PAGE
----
New member with a question.

Discussion in 'Digital Discussion & Q&A' started by fmw, Sep 30, 2006.

  1. fmw

    fmw No longer a newbie, moving up!

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    Hi, I'm newly registered. My photography experience goes back to the 1950's. I've done professional photography from animal portraiture to Fortune 500 commercial product photography. I left professional photography 6 years ago and sold the last of my studio and camera equipment last year except for a studio flash setup and a few tripods.

    I bought a Nikon D50 to get started with digital photography and have used it almost daily to do web product shots for my e commerce web sites. It is an amazing piece of equipment for its price and puts out the goods without complaining or failing.

    I'm now looking for a higher resolution camera for personal and pleasure use. Unlike the small jpegs I make with the D50, I want to be able to make larger prints. I've looked at the D200 and the new D80 and I think either one would suit the requirement just fine. I've checked out the specs and read some posts in the equipment forum. I'm wondering if someone can tell me fairly simply what the D200 provides over the D80. It is quite a bit more expensive but the specs alone don't seem to justify the differential. Comments?


     
  2. I know the Canon product line quite well, but not Nikon. However, DP Review is the mothership of all information. Below is a link to a comparison of the two cameras that I set up for you:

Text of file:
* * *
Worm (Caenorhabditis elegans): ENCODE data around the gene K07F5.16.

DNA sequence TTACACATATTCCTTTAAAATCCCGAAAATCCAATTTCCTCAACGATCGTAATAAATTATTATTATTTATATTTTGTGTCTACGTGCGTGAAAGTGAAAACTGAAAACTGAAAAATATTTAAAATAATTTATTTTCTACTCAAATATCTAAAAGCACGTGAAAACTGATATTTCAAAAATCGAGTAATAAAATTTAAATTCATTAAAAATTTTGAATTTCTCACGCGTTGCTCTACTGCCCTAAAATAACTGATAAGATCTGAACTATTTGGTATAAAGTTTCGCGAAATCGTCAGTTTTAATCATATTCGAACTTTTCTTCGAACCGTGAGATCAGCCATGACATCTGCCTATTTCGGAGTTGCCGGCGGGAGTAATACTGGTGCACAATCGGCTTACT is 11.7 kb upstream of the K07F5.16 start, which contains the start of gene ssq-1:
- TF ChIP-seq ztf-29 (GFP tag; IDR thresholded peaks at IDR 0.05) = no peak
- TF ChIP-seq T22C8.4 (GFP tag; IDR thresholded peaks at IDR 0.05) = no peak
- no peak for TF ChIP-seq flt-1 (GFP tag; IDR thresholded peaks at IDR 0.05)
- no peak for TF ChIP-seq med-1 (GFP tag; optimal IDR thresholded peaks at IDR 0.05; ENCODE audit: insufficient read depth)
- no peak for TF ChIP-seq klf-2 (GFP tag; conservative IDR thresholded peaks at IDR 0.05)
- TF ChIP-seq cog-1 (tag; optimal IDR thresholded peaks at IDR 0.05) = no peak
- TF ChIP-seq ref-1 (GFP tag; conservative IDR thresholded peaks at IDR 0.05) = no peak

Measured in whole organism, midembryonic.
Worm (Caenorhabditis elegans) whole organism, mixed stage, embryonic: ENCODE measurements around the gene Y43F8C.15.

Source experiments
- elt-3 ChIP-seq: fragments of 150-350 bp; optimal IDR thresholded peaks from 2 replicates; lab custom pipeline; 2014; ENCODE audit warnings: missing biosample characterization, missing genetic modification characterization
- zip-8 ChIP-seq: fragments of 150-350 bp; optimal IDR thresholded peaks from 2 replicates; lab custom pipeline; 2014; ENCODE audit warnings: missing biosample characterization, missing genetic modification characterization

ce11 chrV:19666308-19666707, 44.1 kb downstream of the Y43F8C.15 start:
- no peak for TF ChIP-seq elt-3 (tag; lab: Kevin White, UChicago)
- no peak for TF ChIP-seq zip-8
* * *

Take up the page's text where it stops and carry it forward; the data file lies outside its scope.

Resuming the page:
http://www.dpreview.com/reviews/compare_post.asp?method=sidebyside&cameras=nikon_d80%2Cnikon_d200&show=all


    One comment, based on an assumption from reading your post: I encourage you to shoot and record raw files, rather than allowing your camera to compress the data into a jpeg files until you have processed them to your liking. There are a number of threads on this topic, so I won't bore you with it if you tell us that you already know the difference.
     
  3. fmw

    fmw No longer a newbie, moving up!

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    Thanks for the link. Yes I understand your comment about data compression. Web sites need very compressed files to work efficiently and quickly. Image quality isn't the issue. The issue is giving the customer a basic idea of what the product looks like without bogging down the computer. I'll take your advice for the more creative things I expect to be doing.
     


  4. I know about web site requirements. I still end up shooting raw and then converting to jpeg later. It adds another few steps, but gives me greater control - while giving me enough data if I ever wnt to print large.
     

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